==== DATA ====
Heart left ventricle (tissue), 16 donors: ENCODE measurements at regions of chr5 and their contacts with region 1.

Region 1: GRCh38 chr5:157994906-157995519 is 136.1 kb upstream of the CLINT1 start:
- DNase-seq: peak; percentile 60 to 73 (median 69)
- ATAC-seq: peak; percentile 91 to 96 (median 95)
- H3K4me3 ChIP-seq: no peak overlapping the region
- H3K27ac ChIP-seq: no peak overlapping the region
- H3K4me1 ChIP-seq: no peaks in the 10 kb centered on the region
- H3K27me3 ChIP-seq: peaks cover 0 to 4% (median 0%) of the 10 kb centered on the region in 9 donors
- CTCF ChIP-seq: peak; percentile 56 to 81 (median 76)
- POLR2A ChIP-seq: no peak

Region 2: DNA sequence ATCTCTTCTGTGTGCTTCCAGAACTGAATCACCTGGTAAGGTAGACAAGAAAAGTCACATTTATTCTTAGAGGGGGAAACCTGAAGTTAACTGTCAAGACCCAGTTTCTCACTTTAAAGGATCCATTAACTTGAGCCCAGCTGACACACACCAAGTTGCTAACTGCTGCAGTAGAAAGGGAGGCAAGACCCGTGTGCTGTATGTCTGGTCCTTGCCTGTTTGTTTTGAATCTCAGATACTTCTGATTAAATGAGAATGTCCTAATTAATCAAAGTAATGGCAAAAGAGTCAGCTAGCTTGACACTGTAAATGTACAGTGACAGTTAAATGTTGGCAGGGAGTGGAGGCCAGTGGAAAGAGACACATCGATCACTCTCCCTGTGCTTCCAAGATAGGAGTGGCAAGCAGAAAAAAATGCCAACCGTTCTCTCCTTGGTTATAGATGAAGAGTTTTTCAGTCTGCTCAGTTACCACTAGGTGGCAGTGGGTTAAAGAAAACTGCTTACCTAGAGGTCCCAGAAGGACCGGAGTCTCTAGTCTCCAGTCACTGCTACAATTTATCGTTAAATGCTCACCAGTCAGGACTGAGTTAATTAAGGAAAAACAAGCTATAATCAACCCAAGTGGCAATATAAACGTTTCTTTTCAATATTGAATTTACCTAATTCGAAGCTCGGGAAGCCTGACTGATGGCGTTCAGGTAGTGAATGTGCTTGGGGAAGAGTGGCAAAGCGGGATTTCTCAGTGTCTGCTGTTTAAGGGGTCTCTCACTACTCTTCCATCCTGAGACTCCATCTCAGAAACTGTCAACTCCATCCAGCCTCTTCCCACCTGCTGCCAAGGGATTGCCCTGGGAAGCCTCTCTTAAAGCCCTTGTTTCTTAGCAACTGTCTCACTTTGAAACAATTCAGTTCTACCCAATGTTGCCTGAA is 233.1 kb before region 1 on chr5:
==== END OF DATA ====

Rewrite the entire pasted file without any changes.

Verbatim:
Heart left ventricle (tissue), 16 donors: ENCODE measurements at regions of chr5 and their contacts with region 1.

Region 1: GRCh38 chr5:157994906-157995519 is 136.1 kb upstream of the CLINT1 start:
- DNase-seq: peak; percentile 60 to 73 (median 69)
- ATAC-seq: peak; percentile 91 to 96 (median 95)
- H3K4me3 ChIP-seq: no peak overlapping the region
- H3K27ac ChIP-seq: no peak overlapping the region
- H3K4me1 ChIP-seq: no peaks in the 10 kb centered on the region
- H3K27me3 ChIP-seq: peaks cover 0 to 4% (median 0%) of the 10 kb centered on the region in 9 donors
- CTCF ChIP-seq: peak; percentile 56 to 81 (median 76)
- POLR2A ChIP-seq: no peak

Region 2: DNA sequence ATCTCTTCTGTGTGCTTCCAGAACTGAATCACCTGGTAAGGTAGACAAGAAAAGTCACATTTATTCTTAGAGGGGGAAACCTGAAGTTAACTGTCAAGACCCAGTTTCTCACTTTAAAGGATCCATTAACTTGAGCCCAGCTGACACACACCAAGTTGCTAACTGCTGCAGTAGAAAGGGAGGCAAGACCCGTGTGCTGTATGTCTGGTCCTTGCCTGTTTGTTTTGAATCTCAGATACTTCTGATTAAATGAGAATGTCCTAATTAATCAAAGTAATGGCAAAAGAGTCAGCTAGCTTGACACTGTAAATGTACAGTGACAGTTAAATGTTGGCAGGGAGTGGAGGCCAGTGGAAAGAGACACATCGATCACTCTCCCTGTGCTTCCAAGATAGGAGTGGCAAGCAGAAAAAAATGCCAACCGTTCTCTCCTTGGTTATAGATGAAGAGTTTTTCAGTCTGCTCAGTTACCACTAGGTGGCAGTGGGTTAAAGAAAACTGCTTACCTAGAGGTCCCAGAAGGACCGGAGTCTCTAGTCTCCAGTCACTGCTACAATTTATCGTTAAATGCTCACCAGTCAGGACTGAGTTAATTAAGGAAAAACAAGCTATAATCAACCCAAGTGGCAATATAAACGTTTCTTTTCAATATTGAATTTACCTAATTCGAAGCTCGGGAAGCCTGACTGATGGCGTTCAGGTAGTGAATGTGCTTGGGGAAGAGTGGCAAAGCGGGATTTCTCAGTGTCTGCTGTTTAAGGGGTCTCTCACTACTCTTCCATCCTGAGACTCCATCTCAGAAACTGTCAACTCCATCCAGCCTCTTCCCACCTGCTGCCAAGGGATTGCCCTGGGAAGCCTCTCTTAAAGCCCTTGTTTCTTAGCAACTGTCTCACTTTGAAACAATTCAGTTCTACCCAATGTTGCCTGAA is 233.1 kb before region 1 on chr5: